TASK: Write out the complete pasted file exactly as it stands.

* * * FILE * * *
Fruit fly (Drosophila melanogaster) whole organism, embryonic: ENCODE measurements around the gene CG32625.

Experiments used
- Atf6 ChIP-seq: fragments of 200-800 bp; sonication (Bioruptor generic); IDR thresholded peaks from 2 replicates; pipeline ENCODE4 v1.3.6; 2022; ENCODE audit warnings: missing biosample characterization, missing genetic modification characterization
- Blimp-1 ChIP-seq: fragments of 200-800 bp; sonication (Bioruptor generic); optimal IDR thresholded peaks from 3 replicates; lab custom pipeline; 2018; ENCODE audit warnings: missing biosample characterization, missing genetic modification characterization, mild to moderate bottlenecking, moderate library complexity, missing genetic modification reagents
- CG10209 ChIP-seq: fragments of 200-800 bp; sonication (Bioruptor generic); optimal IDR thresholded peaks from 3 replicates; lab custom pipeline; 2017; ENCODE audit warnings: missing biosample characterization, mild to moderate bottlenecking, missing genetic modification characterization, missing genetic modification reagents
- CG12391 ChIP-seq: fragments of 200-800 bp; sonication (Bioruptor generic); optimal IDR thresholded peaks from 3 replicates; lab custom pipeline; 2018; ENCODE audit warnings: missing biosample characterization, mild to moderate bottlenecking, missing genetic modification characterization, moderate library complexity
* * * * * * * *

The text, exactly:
Fruit fly (Drosophila melanogaster) whole organism, embryonic: ENCODE measurements around the gene CG32625.

Experiments used
- Atf6 ChIP-seq: fragments of 200-800 bp; sonication (Bioruptor generic); IDR thresholded peaks from 2 replicates; pipeline ENCODE4 v1.3.6; 2022; ENCODE audit warnings: missing biosample characterization, missing genetic modification characterization
- Blimp-1 ChIP-seq: fragments of 200-800 bp; sonication (Bioruptor generic); optimal IDR thresholded peaks from 3 replicates; lab custom pipeline; 2018; ENCODE audit warnings: missing biosample characterization, missing genetic modification characterization, mild to moderate bottlenecking, moderate library complexity, missing genetic modification reagents
- CG10209 ChIP-seq: fragments of 200-800 bp; sonication (Bioruptor generic); optimal IDR thresholded peaks from 3 replicates; lab custom pipeline; 2017; ENCODE audit warnings: missing biosample characterization, mild to moderate bottlenecking, missing genetic modification characterization, missing genetic modification reagents
- CG12391 ChIP-seq: fragments of 200-800 bp; sonication (Bioruptor generic); optimal IDR thresholded peaks from 3 replicates; lab custom pipeline; 2018; ENCODE audit warnings: missing biosample characterization, mild to moderate bottlenecking, missing genetic modification characterization, moderate library complexity